All eyes are on Russia as the countdown to the football world cup reaches its finale. England manager Gareth Southgate has picked his team to take overseas. Detailed preparations will have gone on behind the scenes to ensure their comfort and safety. Security concerns at the world cup have been well documented.
Many SMEs need to send staff overseas, whether that is for sales, conferences, consulting, engineering projects or another reason. Employers have a duty of care towards their employees on such trips.
You may not have the resources of The FA, but it is still something to take very seriously. Here are five health and safety areas for you to consider if you need to send staff overseas for the first time.
1. Personal safety and security
Terrorism may grab the headlines in the age we live in, but there are many other threats to personal security that may be relevant.
Other risks to personal safety could include crime; danger whilst travelling by road, rail, boat or air; infectious disease (think the Ebola crisis, for example, and before that SARS); or even wild animal attacks – last year Brits were thought to have been killed by crocodiles in Sri Lanka and wolves in Greece, albeit while on holiday rather than on business travel.
Ensure people are clued up before they travel. The government FCO website has comprehensive travel advice for 225 countries, which makes an excellent starting point. Once you are aware of any specific risks, you can work towards mitigating them or making alternative plans.
2. Attitudes to risk
When people travel abroad, their attitude towards safety can become lax. They may take risks that they wouldn’t normally dare on home shores. If personal protective equipment would be worn for work in the UK, make sure it is available to staff on overseas duties, and also stress the importance of wearing it. You may need to write this into your policies to emphasise it and give you the tools to discipline staff who do not take it seriously.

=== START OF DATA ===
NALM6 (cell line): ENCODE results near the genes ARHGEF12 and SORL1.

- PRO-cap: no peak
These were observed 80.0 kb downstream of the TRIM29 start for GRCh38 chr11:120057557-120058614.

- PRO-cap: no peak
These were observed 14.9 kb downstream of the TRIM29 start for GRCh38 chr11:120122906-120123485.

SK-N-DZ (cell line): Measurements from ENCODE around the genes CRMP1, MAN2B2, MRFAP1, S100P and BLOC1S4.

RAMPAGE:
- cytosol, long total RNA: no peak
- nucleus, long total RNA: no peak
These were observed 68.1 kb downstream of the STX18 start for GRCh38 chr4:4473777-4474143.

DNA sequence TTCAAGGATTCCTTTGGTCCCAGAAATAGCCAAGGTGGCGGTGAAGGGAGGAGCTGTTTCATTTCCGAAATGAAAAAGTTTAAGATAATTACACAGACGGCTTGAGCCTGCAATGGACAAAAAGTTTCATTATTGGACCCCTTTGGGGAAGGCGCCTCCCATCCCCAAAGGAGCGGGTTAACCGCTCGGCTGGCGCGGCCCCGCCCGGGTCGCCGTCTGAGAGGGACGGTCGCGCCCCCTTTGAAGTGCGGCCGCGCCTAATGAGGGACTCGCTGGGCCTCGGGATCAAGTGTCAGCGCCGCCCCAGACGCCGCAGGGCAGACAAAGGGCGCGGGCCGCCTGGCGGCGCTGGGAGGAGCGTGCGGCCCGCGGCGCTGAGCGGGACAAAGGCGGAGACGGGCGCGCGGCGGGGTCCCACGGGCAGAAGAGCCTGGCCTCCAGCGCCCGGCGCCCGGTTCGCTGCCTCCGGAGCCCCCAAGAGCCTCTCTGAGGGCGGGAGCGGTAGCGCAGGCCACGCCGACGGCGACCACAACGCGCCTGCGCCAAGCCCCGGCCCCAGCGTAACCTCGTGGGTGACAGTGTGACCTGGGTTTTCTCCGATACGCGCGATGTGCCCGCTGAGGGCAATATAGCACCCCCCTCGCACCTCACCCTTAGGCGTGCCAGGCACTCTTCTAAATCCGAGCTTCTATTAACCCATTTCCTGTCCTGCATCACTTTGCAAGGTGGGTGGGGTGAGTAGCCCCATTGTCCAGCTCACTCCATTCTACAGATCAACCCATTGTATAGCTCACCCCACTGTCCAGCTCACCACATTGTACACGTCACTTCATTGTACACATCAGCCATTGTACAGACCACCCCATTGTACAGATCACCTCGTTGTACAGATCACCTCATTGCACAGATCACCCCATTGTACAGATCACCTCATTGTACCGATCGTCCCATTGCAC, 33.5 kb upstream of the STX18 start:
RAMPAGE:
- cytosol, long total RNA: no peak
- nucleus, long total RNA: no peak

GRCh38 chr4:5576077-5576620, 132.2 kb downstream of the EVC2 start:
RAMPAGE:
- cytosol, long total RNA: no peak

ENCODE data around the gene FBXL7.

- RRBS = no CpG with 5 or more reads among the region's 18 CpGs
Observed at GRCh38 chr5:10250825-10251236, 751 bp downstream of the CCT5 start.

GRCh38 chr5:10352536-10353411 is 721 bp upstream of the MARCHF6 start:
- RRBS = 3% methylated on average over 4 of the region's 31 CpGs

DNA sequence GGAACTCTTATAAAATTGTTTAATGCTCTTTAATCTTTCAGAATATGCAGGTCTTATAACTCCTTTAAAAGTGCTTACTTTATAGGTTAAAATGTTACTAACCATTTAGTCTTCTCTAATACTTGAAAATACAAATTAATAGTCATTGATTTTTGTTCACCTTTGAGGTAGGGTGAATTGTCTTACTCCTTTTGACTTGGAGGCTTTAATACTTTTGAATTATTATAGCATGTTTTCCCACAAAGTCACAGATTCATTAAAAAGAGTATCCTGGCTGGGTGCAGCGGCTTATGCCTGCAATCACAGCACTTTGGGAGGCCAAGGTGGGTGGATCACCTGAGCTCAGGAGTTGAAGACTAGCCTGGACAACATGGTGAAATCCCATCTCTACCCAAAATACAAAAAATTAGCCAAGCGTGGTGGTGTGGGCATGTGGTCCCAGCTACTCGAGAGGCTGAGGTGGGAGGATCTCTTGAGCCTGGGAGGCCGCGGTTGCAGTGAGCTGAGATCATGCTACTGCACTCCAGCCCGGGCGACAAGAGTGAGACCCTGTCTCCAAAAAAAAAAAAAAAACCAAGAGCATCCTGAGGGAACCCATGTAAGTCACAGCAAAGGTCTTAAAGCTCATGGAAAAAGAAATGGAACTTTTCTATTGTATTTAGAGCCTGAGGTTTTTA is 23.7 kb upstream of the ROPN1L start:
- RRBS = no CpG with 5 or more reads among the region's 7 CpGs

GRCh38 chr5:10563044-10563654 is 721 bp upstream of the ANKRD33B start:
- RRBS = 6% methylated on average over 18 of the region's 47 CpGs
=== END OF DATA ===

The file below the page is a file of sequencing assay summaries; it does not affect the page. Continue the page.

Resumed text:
3. Natural disasters and evacuations
At the time of writing a volcano is erupting explosively in Hawaii. In different parts of the world there could be the risk of earthquakes, major storms, floods or forest fires. Consider these risks for the area your staff are travelling to. What would be your recovery plan or crisis policy if disaster struck and left employees stranded and in danger? Will your employee know what to do to stay safe and get home?
4. Food hygiene
Sometimes just a change of diet can be enough to make people feel unwell when travelling. But in many parts of the world, hygiene standards will be well below what we are used to in the UK. Bottled water will be advisable in some places as well as avoiding salad-type foods that may have been washed in unclean water. As with danger to personal security, ensure people know the risks and best practice before they travel.
5. Local customs
It is not just crooks you have to worry about. The risks to employees could actually come from the authorities if staff do not heed local laws and customs. For example, regarding the consumption of alcohol, or LGBT rights. Practices and behaviour that are accepted as normal in the UK may be prohibited by law in some countries and carry severe judicial penalties. Understanding these might be crucial to a safe and successful trip.
Good planning will go a long way to keeping your staff safe when working abroad. Key documents that will help you prepare are: a travel risk assessment for the areas being visited; personal risk assessments for the individuals travelling, updates to any general company policies to reflect international travel and work, and a crisis management policy for if things do go wrong.
Sending people overseas?
For advice on this topic or help preparing any of these documents, give The H&S Dept a call on
0345 208 1120.